When you’ve decided to move ahead with RSI, the next step is to slow down, think, and prepare for dangerous physiology, optimal oxygenation, and plans A, B, and C. Use a checklist.

Plan A is going to be HAVL or SGVL, and I recommend, unless you’re already excellent with HAVL, that your go-to approach should be SGVL with bougie. When combined with view-optimization maneuvers, you will rarely encounter an airway that cannot be intubated with SGVL+bougie.

When you do encounter such an airway, the best move is not bag-mask ventilation but laryngeal mask ventilation. We’ve known for many years that LMV is both easier to do and more likely to be successful than BMV, and this is even more true now with 2G supraglottics.

Once you have placed an intubating SGA and restored oxygenation, you can go for any Plan A2 you like, but you are now well positioned to intubate through the SGA using flexible endoscopy, which can be done as ventilation continues if you have a swivel adaptor. Alternatively, removing the SGA and performing HAVL will often be successful, especially if you can perform VL-Flex endo, as described above.

Recent years have brought incredible advances in emergency airway management that have made intubation easier to learn and less dangerous. Take a critical look at the devices you stock in your department, what you should stock in your department, and how you can best take advantage of many choices to improve airway outcomes.

Bougie Molding During Laryngoscopy

There is lotsofevidence / that / using / a / bougie will increase your intubation success rate, compared to a styletted endotracheal tube. This is because the bougie is much smaller and easier to maneuver than an ETT, and does not block your view of the target at the last moment, as is often the case with a styletted tube. The Coudé tip allows operators to successfully intubate  grade 3, epiglottis-only views, which means if you are practiced with the bougie and can get a view of the epiglottis, you will be able to intubate.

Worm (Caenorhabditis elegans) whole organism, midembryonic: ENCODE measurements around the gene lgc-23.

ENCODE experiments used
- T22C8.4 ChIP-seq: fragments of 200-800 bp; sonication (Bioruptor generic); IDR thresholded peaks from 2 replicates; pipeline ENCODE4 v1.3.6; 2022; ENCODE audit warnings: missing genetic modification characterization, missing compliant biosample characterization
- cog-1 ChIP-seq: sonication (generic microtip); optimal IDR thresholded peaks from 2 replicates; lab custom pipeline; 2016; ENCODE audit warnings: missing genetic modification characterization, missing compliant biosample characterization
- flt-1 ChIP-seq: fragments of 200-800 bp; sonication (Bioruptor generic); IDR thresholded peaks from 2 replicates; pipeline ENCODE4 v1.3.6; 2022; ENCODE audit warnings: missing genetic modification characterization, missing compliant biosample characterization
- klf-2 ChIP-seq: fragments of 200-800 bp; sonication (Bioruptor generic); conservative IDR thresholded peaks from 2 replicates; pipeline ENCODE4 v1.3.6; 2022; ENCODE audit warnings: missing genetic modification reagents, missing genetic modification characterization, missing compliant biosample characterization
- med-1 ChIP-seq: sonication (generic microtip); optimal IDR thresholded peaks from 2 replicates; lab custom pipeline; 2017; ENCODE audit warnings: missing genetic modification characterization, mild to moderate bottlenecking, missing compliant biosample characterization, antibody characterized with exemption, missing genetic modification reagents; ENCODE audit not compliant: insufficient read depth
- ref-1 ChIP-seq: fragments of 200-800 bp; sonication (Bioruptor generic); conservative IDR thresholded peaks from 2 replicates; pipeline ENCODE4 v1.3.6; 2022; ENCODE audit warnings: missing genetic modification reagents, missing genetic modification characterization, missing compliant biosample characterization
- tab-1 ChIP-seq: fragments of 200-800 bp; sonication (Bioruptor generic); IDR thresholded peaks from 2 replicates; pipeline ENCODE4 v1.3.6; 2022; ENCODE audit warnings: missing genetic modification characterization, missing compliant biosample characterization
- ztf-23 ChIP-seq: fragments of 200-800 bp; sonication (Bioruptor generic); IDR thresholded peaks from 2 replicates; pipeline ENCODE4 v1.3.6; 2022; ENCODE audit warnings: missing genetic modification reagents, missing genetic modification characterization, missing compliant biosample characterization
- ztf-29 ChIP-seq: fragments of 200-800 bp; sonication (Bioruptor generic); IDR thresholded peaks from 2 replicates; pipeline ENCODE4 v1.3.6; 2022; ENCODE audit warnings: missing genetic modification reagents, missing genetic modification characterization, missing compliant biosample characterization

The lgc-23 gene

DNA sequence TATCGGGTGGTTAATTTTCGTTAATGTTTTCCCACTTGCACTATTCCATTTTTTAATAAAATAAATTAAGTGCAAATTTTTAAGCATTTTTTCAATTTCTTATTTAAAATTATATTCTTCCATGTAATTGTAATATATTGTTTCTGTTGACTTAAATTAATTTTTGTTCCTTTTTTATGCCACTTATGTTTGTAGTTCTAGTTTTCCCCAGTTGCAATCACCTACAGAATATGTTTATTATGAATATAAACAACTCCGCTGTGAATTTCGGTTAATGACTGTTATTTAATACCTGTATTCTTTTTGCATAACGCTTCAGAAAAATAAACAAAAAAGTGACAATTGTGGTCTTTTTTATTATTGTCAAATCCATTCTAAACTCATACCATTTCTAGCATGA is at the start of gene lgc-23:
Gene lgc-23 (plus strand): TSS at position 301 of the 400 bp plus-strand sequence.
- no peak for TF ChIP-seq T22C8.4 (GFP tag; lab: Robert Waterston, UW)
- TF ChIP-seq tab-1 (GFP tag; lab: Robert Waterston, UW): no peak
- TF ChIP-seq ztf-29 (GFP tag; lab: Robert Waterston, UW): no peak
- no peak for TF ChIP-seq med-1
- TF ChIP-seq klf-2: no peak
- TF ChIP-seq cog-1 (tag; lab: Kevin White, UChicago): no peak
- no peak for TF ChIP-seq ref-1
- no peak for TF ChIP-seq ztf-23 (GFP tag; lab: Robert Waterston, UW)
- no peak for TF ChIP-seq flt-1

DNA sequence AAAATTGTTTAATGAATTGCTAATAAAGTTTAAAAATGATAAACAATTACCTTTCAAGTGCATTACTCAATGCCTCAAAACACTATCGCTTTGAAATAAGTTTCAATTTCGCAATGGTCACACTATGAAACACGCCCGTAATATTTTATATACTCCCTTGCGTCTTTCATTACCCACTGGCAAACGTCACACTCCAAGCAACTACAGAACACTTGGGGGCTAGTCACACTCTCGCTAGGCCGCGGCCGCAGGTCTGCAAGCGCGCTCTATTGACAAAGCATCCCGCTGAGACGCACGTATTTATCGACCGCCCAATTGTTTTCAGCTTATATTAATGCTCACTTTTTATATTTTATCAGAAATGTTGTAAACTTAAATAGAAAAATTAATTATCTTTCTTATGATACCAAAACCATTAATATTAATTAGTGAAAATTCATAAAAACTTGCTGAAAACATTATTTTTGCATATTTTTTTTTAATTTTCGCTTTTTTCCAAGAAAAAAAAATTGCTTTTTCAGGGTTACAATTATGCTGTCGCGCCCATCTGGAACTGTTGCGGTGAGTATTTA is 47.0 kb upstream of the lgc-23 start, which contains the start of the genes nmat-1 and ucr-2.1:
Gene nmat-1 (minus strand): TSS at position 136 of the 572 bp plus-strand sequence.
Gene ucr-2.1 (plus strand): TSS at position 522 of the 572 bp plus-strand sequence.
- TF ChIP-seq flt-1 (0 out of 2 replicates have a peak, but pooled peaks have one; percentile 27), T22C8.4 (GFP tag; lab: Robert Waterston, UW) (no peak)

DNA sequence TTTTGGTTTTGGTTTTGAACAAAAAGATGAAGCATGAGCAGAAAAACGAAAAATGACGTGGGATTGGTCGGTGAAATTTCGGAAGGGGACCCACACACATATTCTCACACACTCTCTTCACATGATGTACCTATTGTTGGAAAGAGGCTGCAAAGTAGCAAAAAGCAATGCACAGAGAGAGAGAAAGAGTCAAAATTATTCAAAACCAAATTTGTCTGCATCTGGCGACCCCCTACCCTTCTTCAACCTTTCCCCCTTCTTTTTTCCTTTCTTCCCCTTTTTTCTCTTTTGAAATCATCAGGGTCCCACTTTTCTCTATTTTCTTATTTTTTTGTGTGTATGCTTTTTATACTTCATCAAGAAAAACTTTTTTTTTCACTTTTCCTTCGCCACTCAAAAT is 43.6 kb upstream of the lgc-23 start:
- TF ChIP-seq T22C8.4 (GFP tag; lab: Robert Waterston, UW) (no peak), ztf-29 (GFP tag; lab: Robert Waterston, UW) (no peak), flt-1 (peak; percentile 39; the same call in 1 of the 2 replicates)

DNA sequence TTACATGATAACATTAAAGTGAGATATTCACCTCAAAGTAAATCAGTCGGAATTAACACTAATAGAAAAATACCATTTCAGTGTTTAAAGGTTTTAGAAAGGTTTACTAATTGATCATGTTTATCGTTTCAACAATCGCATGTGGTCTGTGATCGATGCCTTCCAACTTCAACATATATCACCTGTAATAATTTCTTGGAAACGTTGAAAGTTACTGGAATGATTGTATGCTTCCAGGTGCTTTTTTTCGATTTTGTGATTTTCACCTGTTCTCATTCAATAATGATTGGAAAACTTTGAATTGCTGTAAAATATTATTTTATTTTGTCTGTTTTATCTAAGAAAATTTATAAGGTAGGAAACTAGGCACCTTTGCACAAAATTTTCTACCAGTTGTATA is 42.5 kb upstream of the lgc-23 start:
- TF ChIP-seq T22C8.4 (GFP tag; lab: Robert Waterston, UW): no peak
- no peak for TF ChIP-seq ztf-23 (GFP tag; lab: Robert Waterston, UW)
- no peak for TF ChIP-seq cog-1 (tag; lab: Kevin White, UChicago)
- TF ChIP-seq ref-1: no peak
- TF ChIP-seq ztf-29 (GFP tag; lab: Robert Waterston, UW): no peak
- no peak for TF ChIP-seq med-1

A less discussed but powerful feature of the bougie is its capacity to be molded; this can be done prior to laryngoscopy (e.g. to conform to the shape of a curved laryngoscope) or during laryngoscopy to allow the bougie to act as a poor man’s flexible endoscope by allowing real-time adjustments to the tip’s trajectory.

This 4-minute video discusses the conventional floppy vs. newer malleable bougies and presents a case where molding a malleable bougie during laryngoscopy turned what could have been a very difficult airway with limited mouth opening into straightforward procedure, even for a junior operator.

There are many manufacturers of floppy and malleable bougies, I have no relationships with any of them.

Simulation Package for ED Management of Opioid Use Disorder

Package includes course overview, materials for 3 cases, pre-session worksheet, post-session worksheet, and anonymous course feedback form as well as supplementary OUD reference materials.


OUD Simulation Package  [print-ready .pdf]

OUD Simulation Package  [editable MS word .docx]


Each case includes an overview, simulated patient notes, physician briefing, and reference materials.

Case 1: Prevention of OUD

Case 2: Management of opioid withdrawal

Case 3: Harm reduction in OUD

Credits: Amish Aghera, Reuben J. Strayer, Sergey Motov, Nubaha Elahi, Michael Lamberta

A Mass Casualty In Slow Motion: Emergency Medicine During the COVID-19 Surge in New York City


The first time I really took notice of coronavirus was when a few providers started wearing masks during their shifts. This was in mid-February when the virus was a Wuhan problem, and we were screening people with travel questions. If you weren’t recently in Hubei Province, weren’t in contact with someone recently in Hubei Province, and weren’t in contact with someone known to have coronavirus, you were deemed to not have coronavirus. If you screened positive on any of those criteria, we got on the phone with our city department of health, and if they agreed, they coordinated testing with Atlanta; at that time only the CDC had a diagnostic test for SARS-CoV-2. I asked my colleague Matt why he was wearing a mask. His response: You don’t think it’s coming here?